Inaugural tattoo show a success
Hot As Hell Body Art tattooist and Life and Death member Sheepie gets down to work.
IT was unlike any bar mitzvah I've seen - behind a column of polished Harleys, a welcome party of tattooed arms, bedraggled beards and leather jackets lounged on the front steps.
"How's it going?" I nodded to my greeters, aware of my own unembellished skin.
"Not bad, mate. Welcome to the bar mitzvah," one of the step-loafers replied.
Call it paranoia, but I had envisioned a much less friendly reception.
Snake pits, daggers and knuckle dusters came to mind.
It was, after all, the first annual Toowoomba Tattoo Show - run largely by what police call an "outlaw motorcycle club".
Obviously, I've watched too many movies.
Dozens of kids were running around Groom Hall, darting from one tattooist to another to watch their artworks take shape.
Organiser Katrina Rose told me about the drama that almost ended the show before it started.
Police took offence to the show's affiliation to the Life and Death Motorcycle Club and tried to shut it down, she said.
"We saw the police six months ago and told them what we wanted to do," she said.
"They said there were no dramas, they would just increase the police presence.
"The health department gave us the okay for live tattooing, which is a first for Toowoomba, so we thought it was all going ahead."
At the last minute, Ms Rose claims, the liquor licence was revoked.
"Luckily we managed to find a new venue, but the police called the owner and told her a bunch of bikies were coming to cause trouble," she said.
"I had to explain they were trying to shut us down for no reason except that we ride Harleys.
"It's a family event. Look around, there are kids everywhere."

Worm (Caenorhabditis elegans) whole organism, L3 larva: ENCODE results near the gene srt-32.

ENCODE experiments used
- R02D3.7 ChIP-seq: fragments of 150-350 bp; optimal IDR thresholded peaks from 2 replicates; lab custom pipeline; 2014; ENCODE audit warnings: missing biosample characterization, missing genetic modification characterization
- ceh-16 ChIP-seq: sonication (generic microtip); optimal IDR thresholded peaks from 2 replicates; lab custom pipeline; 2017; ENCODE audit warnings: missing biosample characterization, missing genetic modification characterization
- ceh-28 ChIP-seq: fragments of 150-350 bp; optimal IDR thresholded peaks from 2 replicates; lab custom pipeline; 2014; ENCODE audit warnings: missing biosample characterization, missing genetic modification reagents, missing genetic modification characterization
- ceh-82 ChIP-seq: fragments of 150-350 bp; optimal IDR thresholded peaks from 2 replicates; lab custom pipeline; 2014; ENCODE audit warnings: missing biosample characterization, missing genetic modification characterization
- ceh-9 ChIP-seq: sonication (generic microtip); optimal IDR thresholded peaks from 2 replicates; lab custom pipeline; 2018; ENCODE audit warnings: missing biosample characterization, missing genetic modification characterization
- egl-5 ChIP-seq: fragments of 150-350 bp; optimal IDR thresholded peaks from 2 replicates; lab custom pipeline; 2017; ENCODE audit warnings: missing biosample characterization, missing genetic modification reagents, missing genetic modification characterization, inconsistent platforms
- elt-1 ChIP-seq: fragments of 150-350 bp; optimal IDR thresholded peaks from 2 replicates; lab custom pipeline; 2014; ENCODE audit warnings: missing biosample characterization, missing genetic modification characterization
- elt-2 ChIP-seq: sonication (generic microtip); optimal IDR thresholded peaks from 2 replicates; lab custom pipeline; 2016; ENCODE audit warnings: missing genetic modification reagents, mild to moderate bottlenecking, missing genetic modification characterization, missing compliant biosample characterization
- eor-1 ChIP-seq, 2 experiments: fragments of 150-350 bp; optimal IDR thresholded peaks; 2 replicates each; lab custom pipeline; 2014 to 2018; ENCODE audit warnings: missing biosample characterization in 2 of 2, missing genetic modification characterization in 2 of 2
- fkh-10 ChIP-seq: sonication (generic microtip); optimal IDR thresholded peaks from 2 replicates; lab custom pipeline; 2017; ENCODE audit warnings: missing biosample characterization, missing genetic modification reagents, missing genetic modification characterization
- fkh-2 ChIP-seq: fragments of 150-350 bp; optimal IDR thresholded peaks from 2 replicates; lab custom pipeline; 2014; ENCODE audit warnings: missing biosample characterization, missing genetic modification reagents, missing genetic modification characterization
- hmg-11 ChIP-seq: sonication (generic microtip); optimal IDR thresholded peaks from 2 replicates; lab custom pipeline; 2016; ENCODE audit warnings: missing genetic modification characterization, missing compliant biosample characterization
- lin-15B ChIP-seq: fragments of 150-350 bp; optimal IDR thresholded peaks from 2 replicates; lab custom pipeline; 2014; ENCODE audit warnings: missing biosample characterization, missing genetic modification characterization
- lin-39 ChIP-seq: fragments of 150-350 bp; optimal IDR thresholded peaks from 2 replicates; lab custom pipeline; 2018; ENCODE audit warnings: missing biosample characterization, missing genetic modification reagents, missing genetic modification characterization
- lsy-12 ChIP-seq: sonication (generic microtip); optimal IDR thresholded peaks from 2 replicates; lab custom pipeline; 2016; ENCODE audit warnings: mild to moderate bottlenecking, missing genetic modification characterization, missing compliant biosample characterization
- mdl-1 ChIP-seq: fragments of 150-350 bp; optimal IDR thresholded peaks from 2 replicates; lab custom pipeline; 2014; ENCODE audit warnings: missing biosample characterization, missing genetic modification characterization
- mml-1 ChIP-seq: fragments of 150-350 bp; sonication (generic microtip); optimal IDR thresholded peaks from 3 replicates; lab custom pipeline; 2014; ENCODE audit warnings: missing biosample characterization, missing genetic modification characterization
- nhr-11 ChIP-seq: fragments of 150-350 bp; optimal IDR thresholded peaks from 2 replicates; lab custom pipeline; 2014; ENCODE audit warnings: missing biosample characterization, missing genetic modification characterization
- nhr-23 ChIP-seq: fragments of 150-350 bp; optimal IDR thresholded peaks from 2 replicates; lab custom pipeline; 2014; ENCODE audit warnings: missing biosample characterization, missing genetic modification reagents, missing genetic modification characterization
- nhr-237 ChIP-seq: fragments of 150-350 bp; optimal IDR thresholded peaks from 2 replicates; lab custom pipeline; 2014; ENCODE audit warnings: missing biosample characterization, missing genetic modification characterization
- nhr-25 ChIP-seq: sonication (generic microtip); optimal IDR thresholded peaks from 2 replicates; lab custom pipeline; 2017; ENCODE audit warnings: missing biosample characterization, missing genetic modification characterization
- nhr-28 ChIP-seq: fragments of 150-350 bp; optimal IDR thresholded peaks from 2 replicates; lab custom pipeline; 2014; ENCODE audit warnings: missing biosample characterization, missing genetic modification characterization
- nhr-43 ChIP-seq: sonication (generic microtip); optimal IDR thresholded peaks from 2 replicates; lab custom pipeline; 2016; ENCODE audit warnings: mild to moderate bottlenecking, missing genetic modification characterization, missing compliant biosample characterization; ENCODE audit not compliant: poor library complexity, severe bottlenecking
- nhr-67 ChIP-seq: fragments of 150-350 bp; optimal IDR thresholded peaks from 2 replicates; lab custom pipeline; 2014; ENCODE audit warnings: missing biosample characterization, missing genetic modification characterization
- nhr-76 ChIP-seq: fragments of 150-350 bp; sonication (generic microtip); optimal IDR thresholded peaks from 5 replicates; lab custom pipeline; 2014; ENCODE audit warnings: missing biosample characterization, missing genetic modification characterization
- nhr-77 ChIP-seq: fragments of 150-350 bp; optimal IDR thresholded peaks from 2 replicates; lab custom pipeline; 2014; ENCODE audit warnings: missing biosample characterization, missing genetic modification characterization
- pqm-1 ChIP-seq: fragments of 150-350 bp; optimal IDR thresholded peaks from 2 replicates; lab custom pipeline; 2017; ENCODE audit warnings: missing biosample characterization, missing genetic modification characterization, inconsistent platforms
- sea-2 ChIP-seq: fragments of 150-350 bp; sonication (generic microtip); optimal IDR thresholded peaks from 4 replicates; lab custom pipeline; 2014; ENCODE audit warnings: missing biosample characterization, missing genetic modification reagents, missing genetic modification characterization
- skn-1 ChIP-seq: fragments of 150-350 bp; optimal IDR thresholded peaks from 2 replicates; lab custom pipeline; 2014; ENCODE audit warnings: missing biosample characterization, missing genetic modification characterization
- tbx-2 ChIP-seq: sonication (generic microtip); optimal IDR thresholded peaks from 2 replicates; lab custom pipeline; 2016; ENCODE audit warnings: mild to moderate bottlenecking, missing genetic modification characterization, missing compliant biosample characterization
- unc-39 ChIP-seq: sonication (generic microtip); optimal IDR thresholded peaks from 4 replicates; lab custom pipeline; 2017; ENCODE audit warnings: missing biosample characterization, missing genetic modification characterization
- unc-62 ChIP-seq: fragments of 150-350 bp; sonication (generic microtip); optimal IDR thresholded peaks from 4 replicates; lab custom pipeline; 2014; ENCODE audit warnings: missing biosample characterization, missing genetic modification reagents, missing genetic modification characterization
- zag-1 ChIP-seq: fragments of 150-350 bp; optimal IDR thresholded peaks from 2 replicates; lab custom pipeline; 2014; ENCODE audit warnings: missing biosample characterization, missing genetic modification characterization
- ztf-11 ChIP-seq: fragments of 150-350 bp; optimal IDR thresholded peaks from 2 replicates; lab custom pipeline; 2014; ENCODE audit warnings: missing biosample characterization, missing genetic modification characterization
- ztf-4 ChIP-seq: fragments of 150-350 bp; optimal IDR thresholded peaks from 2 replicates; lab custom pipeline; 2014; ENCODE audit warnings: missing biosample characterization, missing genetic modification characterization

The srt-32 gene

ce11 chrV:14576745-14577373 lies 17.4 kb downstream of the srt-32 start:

Toowoomba tattooist Sheepie was in hot demand for his steady hand and eye for detail.
As a Life and Death member with tattoos from head to toe, he is used to life on society's fringe.
Life and Death and police are locked in a battle of semantics, he explained.
Police call it a gang. Members call it a club.
Police call them outlaws.
Members call themselves one-percenters.
"We're the 1% of people who ride motorcycles as a way of life, not just as a mode of transport," he said.
"Everything here is completely legal, but we were shut down because we're club members.
"Toowoomba's known for its parks and gardens, but not everyone lives in the same way.
"This was something different for Toowoomba, something a bit left of centre."
It was an eye-opener for me, anyway.
On the way out the door, I caught Ms Rose for a chat and a photo.
The first annual Toowoomba Tattoo Show was a triumph for human canvases everywhere, she said.
"Next year will be huge. We'll definitely be coming back."
"Today is a real milestone ... a great way to get in people's faces and show them what we do."
But I'm still not getting a tattoo.